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get work, and for a time he kept a low profile. In a way, he had no choice. In 1925, he had married and needed the more consistent income he got from being a steady winch man. Although he quietly joined an effort a year later to revive the ILA, he somehow kept the bosses from blacklisting him again. After work, Bridges hung out at Paddy Hurley’s, a bootleg joint near the docks in a district filled with bookmaking joints and poolrooms. In what could be considered another way of abusing longshoremen, they were paid in brass vouchers stamped with a number and

orts provides fascinating insights into the intrinsic diffi culties of such public policy. Prohibition eff orts began in fi ts and starts in the nineteenth cen- tury and were formally initiated nationwide in 1919. From the begin- ning, law enforcement was simply incapable of preventing small-scale production and distillation operations, although larger industrial con- cerns were essentially shut down. Such disruption was, predictably, off set in part via widespread bootlegging across state lines and from Canada. Newspaper reports of routine alcohol consumption

drugs; agriculture and agro-terrorism; and intellectual property rights (watching out for bootleg products). The fees they collect make the CBP the federal government’s second-high- est revenue producer — $34.5 billion in 2008. Only the IRS brings in more money. First initiated in early 2003 through the U.S. Container Security Initiative, the CBP’s cargo screening process begins twenty-hour hours before goods bound for the United States are loaded on the ship at a foreign port. At this time, carriers are required to provide the CBP with an electronic cargo

. Bootleggers,” he continued. Whole families worked in mafi a-style collusion and specialized in bringing alcohol illegally onto the dry reservation. The Pine Ridge Indian Reservation occupies the majority of the second-poorest county in America, with a per capita income of $6,286 and more than 90 percent of its residents living in poverty. Concerned tribal leaders blame many of their problems on alcohol, with more than a quarter of children born with fetal alcohol disorders and an average life expectancy of less than fi fty years. But bootlegging business was big and

are responsible for the population declines in this species? Donna Howell had suggested that overharvesting of agaves to make bootleg tequila in the Sierra Madre of western Mexico 190 / Chapter 9 had reduced the lesser long-nosed bat’s food supply. Was this true, and how dependent is Lepto on the flowers of paniculate agaves and columnar cacti for food? Providing answers to these questions would motivate our research with this bat for the next decade. My first field season in the Sonoran Desert began in mid-April 1989, when I flew to Tucson with my usual large load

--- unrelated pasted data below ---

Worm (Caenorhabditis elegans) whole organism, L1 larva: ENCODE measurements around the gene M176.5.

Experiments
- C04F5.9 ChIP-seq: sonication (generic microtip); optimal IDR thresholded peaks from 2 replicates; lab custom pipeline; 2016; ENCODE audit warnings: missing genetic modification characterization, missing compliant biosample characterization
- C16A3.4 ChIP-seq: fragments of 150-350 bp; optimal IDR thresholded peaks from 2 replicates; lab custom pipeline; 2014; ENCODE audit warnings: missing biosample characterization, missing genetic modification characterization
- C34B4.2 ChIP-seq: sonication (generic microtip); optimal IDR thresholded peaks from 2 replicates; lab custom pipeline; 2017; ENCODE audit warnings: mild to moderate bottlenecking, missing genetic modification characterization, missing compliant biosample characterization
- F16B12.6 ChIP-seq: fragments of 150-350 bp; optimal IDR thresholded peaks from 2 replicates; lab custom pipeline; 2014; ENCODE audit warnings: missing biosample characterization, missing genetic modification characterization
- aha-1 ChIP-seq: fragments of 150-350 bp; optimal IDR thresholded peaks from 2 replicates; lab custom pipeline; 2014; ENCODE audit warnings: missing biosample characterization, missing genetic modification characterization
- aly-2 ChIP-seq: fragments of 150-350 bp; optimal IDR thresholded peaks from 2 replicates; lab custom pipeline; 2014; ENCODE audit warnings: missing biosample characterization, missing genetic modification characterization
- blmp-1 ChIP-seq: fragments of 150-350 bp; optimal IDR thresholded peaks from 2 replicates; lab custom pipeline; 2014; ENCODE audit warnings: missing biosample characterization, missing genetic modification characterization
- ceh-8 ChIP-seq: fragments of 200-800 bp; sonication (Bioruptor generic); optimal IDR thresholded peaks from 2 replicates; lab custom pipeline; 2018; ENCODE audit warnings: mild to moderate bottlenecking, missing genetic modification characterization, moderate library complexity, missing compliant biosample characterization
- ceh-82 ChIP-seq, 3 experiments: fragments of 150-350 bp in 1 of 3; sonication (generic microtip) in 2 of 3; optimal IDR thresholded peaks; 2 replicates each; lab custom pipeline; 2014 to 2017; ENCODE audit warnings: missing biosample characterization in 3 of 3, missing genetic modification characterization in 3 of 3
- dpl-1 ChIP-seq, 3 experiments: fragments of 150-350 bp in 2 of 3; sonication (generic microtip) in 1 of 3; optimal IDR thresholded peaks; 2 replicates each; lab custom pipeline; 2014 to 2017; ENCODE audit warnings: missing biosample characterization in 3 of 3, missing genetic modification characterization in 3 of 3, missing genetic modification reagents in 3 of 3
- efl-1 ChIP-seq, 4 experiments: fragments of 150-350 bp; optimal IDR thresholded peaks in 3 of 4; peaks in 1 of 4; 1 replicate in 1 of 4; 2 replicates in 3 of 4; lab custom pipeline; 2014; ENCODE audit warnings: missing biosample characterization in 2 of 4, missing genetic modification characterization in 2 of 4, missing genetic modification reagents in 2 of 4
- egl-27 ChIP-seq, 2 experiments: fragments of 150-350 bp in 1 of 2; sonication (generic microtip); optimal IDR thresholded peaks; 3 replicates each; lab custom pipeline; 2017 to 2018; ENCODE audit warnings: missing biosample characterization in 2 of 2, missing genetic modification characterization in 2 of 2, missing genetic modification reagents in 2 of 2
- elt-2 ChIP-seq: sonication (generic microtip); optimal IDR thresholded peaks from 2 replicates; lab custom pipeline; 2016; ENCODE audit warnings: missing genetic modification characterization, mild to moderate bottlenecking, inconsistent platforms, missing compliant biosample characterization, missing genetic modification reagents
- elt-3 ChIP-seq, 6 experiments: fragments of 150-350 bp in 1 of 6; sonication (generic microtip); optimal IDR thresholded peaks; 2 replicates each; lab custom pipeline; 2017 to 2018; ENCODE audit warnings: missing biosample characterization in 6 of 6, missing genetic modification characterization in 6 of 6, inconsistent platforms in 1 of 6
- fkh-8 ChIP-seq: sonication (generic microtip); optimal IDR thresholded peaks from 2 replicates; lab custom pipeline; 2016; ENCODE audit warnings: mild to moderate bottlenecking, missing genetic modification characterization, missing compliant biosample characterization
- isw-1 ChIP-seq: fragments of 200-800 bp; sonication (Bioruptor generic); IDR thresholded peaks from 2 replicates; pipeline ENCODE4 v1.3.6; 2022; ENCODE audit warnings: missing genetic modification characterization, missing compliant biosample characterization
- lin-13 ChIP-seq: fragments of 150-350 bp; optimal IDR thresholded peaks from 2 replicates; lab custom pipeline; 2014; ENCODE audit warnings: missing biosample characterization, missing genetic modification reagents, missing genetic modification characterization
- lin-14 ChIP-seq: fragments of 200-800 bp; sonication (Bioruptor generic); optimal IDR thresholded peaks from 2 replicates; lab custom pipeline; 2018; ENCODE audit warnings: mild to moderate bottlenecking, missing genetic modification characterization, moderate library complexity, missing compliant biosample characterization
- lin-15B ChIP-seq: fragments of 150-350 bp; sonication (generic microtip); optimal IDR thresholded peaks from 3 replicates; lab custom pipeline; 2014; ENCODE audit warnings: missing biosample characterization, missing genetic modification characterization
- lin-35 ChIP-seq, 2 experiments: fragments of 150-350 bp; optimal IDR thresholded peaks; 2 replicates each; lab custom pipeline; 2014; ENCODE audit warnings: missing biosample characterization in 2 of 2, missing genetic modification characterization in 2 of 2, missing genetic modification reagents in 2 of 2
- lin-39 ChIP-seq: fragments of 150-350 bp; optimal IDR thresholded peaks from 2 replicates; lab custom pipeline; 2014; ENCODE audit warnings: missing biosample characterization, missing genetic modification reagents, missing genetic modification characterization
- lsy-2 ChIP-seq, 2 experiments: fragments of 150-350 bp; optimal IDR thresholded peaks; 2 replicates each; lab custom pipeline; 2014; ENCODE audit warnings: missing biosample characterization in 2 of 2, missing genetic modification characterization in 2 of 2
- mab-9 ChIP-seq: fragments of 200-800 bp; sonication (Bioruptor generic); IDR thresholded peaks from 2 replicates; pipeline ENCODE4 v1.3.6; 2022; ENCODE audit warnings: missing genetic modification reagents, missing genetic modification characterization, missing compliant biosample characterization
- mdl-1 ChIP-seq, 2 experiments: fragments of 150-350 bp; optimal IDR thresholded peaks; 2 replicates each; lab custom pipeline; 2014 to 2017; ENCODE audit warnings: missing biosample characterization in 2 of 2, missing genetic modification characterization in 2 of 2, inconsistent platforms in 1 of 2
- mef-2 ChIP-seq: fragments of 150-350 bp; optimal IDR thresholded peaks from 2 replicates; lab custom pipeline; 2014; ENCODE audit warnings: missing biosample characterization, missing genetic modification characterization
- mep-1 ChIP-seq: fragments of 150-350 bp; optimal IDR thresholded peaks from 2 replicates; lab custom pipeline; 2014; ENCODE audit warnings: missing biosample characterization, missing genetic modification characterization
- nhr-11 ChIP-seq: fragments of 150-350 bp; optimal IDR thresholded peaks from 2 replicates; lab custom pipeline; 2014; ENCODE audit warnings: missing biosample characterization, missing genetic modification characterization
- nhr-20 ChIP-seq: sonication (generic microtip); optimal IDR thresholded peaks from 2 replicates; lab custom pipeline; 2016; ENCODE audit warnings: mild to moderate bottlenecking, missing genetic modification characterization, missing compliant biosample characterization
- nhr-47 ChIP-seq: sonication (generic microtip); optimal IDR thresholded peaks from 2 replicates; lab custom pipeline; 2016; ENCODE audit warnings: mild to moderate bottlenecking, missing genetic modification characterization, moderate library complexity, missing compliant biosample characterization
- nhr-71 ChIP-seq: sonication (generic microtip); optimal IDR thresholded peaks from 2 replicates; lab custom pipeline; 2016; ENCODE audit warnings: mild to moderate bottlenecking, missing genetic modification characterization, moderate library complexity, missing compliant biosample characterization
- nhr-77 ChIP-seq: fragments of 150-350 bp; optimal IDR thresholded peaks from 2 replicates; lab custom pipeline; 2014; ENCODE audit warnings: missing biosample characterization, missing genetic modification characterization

.S. department of defense established operations bases on several islands, and some of these remain as permanent facilities. tourism and public recreation persist in avalon and two Harbors on Santa Catalina Island and in the Channel Islands national Park. Finally, the coves, sea caves, uplands, canyons, and terraces of the Channel Islands have been vis- ited throughout history by bootleggers and sailors, gentlemen hunters and their families, divers and anglers, movie stars and film production studios, scientists, hikers, birders, camp- ers, and explorers of all ages and

Experimental Range that “associates and surroundings here are agreeable, but I have diffi culty confi ning my attention to ground squirrels amid the abundance of reptile life.” Any naturalist knows that snakes, raptors, and carnivores eat herbivores, so Henry soon set his sights on studying them all, but the Range superin- tendent disapproved and assigned someone to monitor his new employee. With characteristic tenacity, Henry “bootlegged” the predator work and over the next fi ve years, his boss’s obstructionism notwithstanding, gained phenomenally well

hall purposes and other buildings rented to bootleggers and other undesirables are bringing very bad conditions for the Indians." Cramton's view of the city's program seems to have been colored somewhat by the fact that he was dealing with A. J. Ford, the chief right-of-way and land agent for the Department of Water and Power. Cramton was frank in expressing his suspicion that Ford lied frequently to him about specific city policies. Ford similarly did not take well to Cramton's investigation and re- sponded to the charges raised in the report with the